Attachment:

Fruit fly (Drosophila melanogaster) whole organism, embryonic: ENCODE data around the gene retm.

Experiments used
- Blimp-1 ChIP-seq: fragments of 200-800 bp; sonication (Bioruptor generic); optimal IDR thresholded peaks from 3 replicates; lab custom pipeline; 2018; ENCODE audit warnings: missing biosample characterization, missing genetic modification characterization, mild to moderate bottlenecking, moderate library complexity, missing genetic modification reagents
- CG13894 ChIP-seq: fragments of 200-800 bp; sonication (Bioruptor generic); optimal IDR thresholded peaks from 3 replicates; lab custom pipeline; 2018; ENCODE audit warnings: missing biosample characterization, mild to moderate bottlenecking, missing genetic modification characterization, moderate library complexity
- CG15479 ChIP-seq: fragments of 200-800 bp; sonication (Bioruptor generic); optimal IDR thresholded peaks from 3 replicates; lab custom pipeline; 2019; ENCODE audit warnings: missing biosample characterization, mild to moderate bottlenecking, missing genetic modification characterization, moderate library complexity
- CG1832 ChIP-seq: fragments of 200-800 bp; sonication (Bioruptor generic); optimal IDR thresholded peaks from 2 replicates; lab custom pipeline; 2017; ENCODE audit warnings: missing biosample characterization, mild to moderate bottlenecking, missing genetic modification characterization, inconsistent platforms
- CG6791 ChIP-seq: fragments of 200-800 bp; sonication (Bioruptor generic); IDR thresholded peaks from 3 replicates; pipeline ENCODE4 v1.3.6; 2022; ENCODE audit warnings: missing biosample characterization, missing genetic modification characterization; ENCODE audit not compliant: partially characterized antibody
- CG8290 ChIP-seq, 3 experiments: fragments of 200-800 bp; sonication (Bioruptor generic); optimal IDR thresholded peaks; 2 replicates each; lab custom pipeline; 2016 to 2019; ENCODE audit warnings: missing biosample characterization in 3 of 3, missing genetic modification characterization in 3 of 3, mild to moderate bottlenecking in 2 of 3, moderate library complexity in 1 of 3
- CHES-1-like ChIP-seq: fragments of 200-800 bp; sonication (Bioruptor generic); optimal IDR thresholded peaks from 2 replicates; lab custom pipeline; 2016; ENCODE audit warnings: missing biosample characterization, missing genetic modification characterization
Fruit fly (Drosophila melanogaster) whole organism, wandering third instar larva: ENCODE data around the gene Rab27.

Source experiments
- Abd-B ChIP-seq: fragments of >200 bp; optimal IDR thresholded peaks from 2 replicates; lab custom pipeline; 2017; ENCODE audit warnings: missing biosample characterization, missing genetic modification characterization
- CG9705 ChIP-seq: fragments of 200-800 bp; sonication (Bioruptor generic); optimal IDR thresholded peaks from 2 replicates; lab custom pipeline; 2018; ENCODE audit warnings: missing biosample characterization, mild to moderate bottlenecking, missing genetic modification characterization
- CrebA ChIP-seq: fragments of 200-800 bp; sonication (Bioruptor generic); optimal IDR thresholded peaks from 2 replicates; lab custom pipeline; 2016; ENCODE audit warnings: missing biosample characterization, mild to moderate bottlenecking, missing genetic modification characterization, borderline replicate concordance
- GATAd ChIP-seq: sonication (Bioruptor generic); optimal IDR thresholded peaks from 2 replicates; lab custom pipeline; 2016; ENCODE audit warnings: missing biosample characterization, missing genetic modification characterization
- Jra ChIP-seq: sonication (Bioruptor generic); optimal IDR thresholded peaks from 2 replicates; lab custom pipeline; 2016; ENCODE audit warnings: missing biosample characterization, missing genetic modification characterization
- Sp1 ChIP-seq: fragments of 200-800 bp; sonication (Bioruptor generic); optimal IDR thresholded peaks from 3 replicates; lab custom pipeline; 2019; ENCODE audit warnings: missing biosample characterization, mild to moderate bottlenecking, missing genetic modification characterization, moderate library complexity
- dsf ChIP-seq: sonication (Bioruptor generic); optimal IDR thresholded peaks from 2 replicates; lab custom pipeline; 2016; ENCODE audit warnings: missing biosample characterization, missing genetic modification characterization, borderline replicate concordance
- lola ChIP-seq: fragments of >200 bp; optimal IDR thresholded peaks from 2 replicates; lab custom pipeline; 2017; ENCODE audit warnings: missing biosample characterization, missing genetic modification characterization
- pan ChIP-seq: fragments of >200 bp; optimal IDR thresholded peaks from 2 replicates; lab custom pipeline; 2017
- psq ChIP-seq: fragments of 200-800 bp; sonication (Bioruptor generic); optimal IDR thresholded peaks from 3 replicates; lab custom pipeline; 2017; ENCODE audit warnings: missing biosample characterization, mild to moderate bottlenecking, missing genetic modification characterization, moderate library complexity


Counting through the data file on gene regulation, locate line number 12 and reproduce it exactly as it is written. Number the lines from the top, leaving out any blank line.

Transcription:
- Abd-B ChIP-seq: fragments of >200 bp; optimal IDR thresholded peaks from 2 replicates; lab custom pipeline; 2017; ENCODE audit warnings: missing biosample characterization, missing genetic modification characterization